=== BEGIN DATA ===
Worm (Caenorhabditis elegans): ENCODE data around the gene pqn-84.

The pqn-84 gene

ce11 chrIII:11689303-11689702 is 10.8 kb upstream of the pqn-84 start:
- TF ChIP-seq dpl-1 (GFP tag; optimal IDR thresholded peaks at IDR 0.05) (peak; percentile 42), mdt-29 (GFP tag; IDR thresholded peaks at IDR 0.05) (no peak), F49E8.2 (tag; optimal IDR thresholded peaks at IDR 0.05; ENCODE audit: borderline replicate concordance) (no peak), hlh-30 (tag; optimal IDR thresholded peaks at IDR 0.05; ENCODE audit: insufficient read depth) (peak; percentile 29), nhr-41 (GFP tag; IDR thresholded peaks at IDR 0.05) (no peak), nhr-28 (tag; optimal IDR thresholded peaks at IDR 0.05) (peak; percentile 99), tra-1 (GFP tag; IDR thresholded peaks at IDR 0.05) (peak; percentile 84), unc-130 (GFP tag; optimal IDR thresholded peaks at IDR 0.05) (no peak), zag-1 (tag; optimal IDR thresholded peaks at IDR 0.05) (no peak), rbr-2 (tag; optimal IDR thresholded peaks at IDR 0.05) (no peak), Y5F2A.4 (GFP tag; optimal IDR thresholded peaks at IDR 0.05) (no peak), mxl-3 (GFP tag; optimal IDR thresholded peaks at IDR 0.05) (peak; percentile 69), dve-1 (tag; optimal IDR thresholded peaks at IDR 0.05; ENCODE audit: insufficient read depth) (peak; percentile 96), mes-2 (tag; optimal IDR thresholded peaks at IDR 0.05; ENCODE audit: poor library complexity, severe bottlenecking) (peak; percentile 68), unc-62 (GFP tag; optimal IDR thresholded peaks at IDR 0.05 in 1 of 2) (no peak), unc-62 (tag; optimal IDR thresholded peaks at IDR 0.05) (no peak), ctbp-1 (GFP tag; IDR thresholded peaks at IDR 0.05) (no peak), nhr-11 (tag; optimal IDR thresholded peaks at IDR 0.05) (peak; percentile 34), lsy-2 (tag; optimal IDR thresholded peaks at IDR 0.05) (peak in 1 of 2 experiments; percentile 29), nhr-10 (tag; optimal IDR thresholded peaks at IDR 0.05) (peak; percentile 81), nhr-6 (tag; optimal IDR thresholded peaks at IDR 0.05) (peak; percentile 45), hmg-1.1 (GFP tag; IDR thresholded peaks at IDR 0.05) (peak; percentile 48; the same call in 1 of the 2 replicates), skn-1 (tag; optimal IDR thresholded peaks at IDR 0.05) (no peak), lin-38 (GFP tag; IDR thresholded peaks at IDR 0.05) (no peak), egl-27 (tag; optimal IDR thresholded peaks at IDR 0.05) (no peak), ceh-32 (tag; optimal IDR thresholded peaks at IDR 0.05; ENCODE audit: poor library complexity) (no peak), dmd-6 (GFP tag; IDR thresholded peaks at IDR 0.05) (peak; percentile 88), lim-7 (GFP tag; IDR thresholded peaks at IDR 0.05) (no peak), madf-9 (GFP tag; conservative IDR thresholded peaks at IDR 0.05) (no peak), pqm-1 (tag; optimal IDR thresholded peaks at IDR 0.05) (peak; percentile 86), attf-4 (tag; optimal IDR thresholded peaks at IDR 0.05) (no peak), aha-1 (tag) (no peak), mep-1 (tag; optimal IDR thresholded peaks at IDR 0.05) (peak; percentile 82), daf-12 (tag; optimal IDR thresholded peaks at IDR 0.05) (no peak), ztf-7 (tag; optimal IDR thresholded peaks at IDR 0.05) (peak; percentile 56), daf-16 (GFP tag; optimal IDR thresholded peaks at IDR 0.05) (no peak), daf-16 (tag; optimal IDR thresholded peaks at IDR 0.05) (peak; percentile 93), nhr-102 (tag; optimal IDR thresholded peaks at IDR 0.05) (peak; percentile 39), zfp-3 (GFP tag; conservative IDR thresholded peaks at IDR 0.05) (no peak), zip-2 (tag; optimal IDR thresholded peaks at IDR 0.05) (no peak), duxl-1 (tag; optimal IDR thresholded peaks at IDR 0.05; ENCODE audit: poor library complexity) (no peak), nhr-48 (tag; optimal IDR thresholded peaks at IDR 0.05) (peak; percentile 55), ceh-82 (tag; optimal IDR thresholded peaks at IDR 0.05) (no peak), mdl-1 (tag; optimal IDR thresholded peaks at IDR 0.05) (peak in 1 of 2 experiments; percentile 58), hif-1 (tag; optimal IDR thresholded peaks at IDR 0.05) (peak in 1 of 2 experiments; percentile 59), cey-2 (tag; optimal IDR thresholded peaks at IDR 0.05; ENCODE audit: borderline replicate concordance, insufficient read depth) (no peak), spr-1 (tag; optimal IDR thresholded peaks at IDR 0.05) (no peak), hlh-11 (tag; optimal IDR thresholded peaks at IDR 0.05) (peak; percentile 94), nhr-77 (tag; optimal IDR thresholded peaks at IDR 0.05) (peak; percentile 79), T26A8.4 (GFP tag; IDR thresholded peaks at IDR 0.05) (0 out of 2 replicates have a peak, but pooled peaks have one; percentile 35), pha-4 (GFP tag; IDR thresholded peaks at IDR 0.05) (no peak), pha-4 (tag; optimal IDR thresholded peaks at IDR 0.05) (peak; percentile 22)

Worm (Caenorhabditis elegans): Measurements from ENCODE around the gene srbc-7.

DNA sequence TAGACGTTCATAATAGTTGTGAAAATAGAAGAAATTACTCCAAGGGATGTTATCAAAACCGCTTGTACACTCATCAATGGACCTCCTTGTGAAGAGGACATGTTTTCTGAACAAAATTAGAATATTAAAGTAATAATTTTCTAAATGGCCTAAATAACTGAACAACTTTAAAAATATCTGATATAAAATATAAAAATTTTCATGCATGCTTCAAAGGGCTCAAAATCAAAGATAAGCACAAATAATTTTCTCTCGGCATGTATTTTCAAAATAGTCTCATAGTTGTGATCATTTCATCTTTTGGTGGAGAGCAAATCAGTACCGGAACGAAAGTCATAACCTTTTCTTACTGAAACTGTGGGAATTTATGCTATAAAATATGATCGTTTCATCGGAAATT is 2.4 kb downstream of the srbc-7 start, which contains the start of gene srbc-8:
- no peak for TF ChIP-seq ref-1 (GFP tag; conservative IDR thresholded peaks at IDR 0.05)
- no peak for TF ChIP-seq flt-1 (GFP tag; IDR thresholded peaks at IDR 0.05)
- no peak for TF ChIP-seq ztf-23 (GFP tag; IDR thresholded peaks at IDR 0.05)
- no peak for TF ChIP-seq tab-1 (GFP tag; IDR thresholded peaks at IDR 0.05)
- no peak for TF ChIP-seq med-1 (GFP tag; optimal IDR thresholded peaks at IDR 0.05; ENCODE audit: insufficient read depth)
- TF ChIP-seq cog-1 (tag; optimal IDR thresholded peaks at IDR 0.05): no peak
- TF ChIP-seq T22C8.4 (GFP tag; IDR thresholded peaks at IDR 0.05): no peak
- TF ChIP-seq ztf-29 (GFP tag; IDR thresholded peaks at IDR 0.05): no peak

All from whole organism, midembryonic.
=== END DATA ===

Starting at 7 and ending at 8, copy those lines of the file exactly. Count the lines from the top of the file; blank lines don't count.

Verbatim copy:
- no peak for TF ChIP-seq ref-1 (GFP tag; conservative IDR thresholded peaks at IDR 0.05)
- no peak for TF ChIP-seq flt-1 (GFP tag; IDR thresholded peaks at IDR 0.05)